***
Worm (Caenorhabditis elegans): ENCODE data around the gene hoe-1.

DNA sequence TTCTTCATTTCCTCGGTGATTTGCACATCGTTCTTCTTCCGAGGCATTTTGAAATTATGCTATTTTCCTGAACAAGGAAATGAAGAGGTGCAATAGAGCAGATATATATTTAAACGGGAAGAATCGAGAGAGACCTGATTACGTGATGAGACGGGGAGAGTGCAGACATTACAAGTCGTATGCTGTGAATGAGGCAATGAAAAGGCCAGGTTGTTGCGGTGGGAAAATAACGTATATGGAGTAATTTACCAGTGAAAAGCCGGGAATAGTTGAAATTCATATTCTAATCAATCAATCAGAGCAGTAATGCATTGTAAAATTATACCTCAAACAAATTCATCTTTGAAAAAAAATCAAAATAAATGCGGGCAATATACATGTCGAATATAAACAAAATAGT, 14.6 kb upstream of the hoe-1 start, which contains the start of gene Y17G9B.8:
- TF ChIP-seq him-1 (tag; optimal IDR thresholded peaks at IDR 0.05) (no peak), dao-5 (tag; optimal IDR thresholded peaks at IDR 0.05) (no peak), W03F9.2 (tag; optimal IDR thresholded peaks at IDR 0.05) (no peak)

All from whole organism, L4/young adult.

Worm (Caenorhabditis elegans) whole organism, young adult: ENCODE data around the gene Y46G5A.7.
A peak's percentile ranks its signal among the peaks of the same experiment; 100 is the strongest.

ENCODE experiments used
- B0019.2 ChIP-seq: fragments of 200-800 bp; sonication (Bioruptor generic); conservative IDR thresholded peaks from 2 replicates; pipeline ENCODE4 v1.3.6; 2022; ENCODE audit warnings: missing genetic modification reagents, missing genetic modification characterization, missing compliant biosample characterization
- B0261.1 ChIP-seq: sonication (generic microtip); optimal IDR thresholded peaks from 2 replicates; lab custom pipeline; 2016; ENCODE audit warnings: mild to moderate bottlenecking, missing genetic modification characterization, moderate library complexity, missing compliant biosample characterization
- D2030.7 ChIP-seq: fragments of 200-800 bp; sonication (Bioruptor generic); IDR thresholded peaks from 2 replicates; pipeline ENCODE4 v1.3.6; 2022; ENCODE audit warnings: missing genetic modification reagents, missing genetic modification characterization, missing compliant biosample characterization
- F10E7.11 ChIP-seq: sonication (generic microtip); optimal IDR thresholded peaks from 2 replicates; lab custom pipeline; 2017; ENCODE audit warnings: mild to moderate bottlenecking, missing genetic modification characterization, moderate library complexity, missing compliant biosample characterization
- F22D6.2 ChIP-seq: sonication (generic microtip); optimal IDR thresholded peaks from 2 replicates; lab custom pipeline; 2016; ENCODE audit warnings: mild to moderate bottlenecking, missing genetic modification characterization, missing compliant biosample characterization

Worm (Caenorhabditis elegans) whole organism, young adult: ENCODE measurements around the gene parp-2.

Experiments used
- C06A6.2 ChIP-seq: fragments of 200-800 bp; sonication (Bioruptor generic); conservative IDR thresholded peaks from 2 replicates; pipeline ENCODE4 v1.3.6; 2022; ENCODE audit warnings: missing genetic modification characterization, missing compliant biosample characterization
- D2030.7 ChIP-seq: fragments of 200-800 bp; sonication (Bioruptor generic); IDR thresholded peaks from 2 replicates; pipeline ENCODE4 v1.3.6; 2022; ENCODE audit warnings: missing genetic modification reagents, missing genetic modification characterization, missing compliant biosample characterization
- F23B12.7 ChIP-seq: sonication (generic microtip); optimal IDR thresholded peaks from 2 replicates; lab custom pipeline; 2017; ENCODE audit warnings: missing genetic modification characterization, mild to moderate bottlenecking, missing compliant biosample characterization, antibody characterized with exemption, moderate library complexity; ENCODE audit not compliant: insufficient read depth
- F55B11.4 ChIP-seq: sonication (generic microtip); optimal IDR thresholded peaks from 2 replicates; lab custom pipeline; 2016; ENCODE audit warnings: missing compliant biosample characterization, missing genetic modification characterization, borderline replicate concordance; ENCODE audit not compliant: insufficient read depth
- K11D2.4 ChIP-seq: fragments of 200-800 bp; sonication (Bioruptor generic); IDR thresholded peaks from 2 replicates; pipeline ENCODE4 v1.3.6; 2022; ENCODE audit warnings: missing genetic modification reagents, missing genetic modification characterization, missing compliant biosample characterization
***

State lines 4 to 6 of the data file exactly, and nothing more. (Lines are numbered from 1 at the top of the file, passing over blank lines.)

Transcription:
All from whole organism, L4/young adult.

Worm (Caenorhabditis elegans) whole organism, young adult: ENCODE data around the gene Y46G5A.7.
A peak's percentile ranks its signal among the peaks of the same experiment; 100 is the strongest.